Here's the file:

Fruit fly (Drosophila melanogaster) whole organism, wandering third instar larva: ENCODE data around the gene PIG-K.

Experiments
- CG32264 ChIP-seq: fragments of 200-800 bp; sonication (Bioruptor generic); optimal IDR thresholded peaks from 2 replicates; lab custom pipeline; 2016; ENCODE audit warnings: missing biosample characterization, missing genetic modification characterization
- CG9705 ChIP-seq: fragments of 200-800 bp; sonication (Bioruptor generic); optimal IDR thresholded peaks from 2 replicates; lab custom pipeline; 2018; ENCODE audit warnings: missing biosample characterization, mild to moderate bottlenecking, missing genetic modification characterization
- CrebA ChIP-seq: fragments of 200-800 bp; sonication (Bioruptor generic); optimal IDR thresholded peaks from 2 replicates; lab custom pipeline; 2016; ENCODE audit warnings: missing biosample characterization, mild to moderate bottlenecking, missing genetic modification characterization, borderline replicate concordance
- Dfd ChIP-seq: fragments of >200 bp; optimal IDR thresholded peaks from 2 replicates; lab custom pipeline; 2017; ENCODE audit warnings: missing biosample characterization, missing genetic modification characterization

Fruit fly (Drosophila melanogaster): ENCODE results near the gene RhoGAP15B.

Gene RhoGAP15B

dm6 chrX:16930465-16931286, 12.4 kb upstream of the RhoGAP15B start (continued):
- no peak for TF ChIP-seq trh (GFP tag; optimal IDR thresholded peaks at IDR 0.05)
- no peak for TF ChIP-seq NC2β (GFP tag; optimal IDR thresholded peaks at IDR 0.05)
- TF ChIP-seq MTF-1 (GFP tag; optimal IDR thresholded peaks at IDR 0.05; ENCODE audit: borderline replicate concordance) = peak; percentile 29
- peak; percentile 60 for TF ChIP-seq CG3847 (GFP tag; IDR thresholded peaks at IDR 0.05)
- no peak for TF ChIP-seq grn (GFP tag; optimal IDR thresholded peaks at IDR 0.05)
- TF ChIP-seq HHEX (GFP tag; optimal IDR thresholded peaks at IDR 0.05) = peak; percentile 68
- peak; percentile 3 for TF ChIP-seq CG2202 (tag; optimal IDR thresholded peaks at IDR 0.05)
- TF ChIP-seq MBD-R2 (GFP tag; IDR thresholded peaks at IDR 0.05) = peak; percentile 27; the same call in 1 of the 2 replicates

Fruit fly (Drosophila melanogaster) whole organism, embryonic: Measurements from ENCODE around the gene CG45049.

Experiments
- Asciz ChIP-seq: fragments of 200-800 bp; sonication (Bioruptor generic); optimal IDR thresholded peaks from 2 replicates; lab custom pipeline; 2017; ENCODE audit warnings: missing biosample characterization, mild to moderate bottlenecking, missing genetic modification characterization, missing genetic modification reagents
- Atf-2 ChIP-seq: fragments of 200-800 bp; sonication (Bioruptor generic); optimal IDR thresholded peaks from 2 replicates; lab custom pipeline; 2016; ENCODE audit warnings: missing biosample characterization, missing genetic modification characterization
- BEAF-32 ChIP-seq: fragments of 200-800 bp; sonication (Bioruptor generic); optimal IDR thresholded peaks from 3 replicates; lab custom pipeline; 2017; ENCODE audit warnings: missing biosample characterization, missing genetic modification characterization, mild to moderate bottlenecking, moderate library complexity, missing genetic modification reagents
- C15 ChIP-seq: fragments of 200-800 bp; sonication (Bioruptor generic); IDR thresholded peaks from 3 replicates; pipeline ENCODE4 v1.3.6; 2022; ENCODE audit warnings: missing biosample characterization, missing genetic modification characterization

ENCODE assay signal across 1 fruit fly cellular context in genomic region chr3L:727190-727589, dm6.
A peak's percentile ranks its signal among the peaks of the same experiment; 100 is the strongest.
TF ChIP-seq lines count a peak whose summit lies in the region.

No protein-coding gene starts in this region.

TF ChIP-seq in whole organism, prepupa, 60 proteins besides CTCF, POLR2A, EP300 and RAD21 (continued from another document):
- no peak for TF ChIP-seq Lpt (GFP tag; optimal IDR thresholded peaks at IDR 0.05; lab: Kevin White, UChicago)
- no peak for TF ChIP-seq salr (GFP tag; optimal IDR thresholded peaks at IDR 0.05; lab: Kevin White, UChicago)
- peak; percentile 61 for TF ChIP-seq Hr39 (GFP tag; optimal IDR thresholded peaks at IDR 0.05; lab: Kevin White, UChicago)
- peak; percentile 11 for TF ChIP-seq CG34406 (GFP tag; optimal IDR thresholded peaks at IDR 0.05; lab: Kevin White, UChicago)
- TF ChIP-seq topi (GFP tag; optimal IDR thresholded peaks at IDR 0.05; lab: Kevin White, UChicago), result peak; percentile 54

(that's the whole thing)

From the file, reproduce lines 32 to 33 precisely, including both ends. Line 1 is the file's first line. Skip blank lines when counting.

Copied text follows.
- peak; percentile 11 for TF ChIP-seq CG34406 (GFP tag; optimal IDR thresholded peaks at IDR 0.05; lab: Kevin White, UChicago)
- TF ChIP-seq topi (GFP tag; optimal IDR thresholded peaks at IDR 0.05; lab: Kevin White, UChicago), result peak; percentile 54